Residents of Bervie, Gourdon and Johnshaven have raised £6300 for the RNLI after two local fishermen were rescued from the North Sea in May.
The coastal communities came together on August 30 for a fundraising barn dance to show their support and thanks to the RNLI for their two-day search helping to find David Irvine and his grandfather Jim Reid, after their 16 foot boat became lost in thick fog.
The two men were feared lost at sea off the Aberdeenshire coast, and survived on a bottle of water and two biscuits.
They were discovered about 45 miles off the coast of Montrose by another fishing vessel, the Sylvia Bowers DS8.
Diana Milne, one of the event organisers, said: “It was a miracle these men were found safe and well.
‘‘The search brought the community together through local fishing boats which supported the search and never gave up hope of finding them.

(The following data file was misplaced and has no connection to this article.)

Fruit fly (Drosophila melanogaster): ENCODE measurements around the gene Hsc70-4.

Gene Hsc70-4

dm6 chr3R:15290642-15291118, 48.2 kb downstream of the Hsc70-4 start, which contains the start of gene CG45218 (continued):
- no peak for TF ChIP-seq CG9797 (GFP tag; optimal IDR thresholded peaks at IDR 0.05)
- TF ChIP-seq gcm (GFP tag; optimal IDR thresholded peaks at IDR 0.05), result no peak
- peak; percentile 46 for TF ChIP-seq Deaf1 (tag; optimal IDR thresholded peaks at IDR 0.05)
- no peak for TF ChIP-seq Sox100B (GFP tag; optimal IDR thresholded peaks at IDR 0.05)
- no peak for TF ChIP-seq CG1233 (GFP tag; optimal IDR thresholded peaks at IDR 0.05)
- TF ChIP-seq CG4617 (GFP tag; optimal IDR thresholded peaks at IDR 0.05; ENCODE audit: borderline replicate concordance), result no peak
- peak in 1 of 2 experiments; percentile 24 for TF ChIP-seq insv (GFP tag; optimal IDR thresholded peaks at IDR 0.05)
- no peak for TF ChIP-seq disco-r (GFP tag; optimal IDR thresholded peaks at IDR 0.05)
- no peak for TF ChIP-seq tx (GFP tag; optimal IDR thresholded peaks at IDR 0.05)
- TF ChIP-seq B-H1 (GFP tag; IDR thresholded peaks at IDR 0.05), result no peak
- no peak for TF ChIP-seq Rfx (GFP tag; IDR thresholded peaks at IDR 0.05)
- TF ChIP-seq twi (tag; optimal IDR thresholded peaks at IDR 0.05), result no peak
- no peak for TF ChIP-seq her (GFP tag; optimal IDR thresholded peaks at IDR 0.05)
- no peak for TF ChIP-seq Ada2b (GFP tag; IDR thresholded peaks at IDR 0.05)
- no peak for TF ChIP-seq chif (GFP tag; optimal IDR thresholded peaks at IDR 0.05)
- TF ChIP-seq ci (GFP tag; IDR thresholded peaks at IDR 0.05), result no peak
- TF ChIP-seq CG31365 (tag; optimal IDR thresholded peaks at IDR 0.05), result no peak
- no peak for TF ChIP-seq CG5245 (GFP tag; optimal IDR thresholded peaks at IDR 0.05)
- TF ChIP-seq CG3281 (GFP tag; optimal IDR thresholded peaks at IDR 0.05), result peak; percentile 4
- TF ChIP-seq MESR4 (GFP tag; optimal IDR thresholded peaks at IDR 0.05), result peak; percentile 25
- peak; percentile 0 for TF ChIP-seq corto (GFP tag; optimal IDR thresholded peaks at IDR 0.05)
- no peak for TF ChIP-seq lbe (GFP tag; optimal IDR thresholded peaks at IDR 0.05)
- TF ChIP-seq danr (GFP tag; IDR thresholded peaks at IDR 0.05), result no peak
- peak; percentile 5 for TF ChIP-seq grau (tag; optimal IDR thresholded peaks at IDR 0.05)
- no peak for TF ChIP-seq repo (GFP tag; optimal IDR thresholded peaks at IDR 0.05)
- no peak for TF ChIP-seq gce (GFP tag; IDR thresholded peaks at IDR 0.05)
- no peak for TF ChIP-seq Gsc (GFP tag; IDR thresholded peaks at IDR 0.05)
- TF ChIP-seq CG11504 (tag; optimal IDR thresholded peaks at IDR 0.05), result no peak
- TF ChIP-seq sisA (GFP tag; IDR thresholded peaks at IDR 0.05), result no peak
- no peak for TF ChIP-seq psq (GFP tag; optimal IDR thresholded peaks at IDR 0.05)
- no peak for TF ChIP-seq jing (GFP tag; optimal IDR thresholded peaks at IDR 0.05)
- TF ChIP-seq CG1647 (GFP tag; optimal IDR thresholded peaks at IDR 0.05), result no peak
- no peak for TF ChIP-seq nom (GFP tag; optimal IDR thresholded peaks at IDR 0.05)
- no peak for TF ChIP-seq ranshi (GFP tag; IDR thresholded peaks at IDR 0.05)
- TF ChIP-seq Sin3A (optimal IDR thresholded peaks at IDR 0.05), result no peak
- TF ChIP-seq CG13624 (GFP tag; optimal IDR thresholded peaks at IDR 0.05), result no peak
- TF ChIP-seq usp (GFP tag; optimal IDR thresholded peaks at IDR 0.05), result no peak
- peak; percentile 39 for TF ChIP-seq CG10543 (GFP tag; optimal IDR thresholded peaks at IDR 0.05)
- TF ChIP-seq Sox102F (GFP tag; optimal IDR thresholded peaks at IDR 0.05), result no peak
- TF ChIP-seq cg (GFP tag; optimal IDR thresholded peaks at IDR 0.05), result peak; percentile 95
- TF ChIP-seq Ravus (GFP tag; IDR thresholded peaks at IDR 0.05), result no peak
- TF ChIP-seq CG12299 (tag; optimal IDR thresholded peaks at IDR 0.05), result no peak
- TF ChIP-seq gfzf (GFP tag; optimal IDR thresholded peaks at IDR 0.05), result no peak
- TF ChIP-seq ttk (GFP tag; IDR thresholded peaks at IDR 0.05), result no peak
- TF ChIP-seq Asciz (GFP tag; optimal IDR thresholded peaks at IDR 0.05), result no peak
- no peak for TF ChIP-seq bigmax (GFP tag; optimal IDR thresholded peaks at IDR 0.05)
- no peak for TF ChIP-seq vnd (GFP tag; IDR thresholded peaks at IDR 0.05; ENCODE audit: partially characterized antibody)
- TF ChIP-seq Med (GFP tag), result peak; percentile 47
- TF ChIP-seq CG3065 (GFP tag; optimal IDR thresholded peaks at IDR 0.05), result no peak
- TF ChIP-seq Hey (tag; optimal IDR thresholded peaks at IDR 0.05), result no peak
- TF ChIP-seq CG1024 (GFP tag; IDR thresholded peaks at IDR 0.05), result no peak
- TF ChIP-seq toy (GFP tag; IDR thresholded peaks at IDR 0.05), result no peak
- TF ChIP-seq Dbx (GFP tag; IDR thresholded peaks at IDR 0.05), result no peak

‘‘Local people drove up and down the coast searching the coastline along with the coastguards and the RAF helicopter.
“The community knew they had to do something to say thank you so we got together and organised a social event for all to attend. We are so grateful to everyone involved in helping us raise such a fantastic amount for the RNLI.
“We would like to thank all those who helped us put this event together in such a small space of time. The community should all be very proud of themselves!”
The barn dance attracted nearly 400 local people who danced the night away to the sounds of Glasgow band, Slinky. The amazing £6300 was achieved by ticket sales, bbq, and raffles.
Raffles ranged from a week’s holiday accommodation to a night bed and breakfast at Ardoe House Hotel and Spa.
Henry Weaver, RNLI spokesman, said: “We are extremely grateful to the community for the effort they have put in to raise this money for the RNLI. It will go a long way to help to provide our volunteers with the training and equipment they require to keep them safe while they work to save the lives of others. It costs the RNLI just under £1,400 to fully kit out one volunteer and we spend just over £1,400 a year training each of our crew members.”